More than a feeling: Mood, stress, and sleep supplements are having a moment

Nutritional Outlook, Nutritional Outlook Vol. 24 No. 8, Volume 24, Issue 8

The market for mood, stress, and sleep supplements was growing long before COVID-19. The pan-demic shot it into the stratosphere.

Now that our phones are ever at our fingertips, taking quizzes has become less an ordeal than a diverting lark. Drawing a bead on our spirit animal, our love language, or which castaway we’d be if we, too, were stuck on Gilligan’s Island can go a long way toward distracting our attention from the cares of the day.

So when Mental Health America’s 2021 The State of Mental Health in America report1 revealed that from January to September 2020, 315,220 people took the organization’s online screening test for anxiety—a 93% increase over 2019’s total number of screenings—it became harder not to draw a stark conclusion about how Americans have been feeling lately.

Maggie McNamara’s conclusion: “The number of people looking for help has skyrocketed.” And how. “During the pandemic, about four in 10 U.S. adults reported symptoms of anxiety or depressive disorder2,” recounts McNamara, marketing director at Gencor (Austin, TX). “That’s up from one in 10 adults who reported these symptoms from January to June 20193.”

Fortunately, the dietary supplement industry has solutions that address the pandemic’s mental as well as physical fallout. As McNamara says, “Brands are positioning products according to needs such as sleep, mood, focus, and cognition.” And consumers? “They’re on the lookout for supplements that provide additional assurance to those suffering the burdens of stress and anxiety.”

Emotional Collateral Damage

None of this strikes Duffy MacKay, ND, as surprising.

“Consumers were turning to supplements to support sleep and manage stress long before the COVID-19 pandemic hit,” notes the senior vice president of scientific and regulatory affairs for CV Sciences (San Diego, CA), makers of PlusCBD, when interviewed in September. (MacKay has since joined the Consumer Healthcare Products Association.) “And as data demonstrates, they’ve continued to do so throughout these challenging times.”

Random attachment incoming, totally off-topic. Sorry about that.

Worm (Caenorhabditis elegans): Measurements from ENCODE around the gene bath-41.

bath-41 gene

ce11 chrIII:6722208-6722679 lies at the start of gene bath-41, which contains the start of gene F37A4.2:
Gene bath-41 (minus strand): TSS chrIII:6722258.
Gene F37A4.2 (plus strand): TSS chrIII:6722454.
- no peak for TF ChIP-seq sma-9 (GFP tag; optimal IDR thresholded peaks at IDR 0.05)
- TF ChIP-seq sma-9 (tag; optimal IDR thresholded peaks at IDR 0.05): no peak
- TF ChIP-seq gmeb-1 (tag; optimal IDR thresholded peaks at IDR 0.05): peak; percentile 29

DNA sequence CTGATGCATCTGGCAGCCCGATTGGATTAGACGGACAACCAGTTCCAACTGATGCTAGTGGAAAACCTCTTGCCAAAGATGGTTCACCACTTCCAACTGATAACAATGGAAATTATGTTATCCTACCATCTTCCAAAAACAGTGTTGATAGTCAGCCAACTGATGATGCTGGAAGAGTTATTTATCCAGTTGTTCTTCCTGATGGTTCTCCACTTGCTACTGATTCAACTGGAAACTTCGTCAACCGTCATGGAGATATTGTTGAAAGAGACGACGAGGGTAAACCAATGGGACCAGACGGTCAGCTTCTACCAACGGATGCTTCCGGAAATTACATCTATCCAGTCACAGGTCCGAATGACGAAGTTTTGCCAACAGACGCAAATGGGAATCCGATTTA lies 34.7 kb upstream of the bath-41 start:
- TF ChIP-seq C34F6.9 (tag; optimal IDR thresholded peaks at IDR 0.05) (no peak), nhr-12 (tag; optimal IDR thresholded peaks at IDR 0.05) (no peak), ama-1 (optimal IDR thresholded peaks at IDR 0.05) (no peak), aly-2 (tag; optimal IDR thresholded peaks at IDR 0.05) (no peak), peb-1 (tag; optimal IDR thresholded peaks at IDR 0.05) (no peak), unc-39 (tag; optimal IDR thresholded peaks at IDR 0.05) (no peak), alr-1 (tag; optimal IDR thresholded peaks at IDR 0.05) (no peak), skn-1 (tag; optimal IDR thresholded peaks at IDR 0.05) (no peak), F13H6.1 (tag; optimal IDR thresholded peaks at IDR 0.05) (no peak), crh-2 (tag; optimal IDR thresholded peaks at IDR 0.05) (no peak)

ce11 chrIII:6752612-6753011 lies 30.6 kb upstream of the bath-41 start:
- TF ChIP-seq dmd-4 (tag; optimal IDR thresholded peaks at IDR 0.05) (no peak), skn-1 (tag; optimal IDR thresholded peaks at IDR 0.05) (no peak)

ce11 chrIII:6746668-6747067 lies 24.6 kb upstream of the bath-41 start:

Stacey Daigle, director of inside/international sales and marketing, NutriScience Innovations LLC (Milford, CT), agrees. “While this wasn’t a new category, it’s one that’s evolved because of the pandemic,” she argues. “And though the initial response was to seek immune-health products, the longer-term, and more sustained, response has been toward products targeting emotional and overall wellbeing.”

A Story of Sales

Indeed, says Lisa C. Buono, principal, healthcare practice, IRI (Chicago), “It’s hard to dismiss that the pandemic has had an impact of epic proportions on CPGs.”

Drawing from IRI’s multioutlet data—essentially brick-and-mortar stores,” she says—Buono did her own back-of-the-envelope analysis, tallying [U.S.] dollar sales for ingredients most associated with sleep, stress, and mood management. The results: Products formulated to address these issues represented total sales of about $2.1 billion in 2020, up 25% versus a year ago.

And the momentum continues into 2021, propelling sleep, stress, and mood-management products toward a total-year estimate of $2.5 billion in sales, up 19% thus far versus last year, by Buono’s reckoning. “More importantly,” she says, “this segment seems to be outpacing the entire vitamins/minerals/supplements (VMS) category, accounting for a substantial chunk of its overall growth.”

Similarly, a survey of SPINS data for condition-specific formulas across U.S. natural-enhanced and conventional channels (powered by IRI) shows 34% growth—amounting to over $870 million in current total sales—for calmative and mood support plus sleep supplements for the 52 weeks ending August 8, 2021.

Not surprisingly, SPINS data also show sales of those same condition-specific formulas up even higher—40% to nearly $652 million—during the pandemic.

Breaking the growth down, calmative and mood-support formulas rose 35% while sleep grew 41%, with total sales for supplements that promote mood support and sleep but that fall outside the condition-specific sector also up 9%.

Escape-Valve Ingredients

Analyzing the data more granularly, Farhana Majid, marketing operations associate at SPINS (Chicago), observes that “many functional ingredients known to promote mood and sleep support have increased rapidly thanks to consumer interest and new product launches.” During the 52 weeks covered, magnesium sales rose 570%, ashwagandha 295%, lemon balm 278%, and L-theanine 277%, per SPINS’ accounting. “And if we look at the highest growth in dollar sales,” Majid adds, “melatonin and ashwagandha are leading the way.”

NutriScience’s Daigle, for one, is bullish on the prospects for L-theanine—particularly, the brand that Taiyo (Minneapolis, MN) markets as Suntheanine. Research in both adults and children supports its stress-reducing, relaxation-promoting, focus-sharpening, and sleep-improving effects, Daigle claims, adding that those effects emerge in as little as 30 to 60 minutes after ingestion. Its high solubility and “nearly neutral” taste suit it to everything from tablets and capsules to chewables, powdered mixes, “and other novel delivery systems,” she says.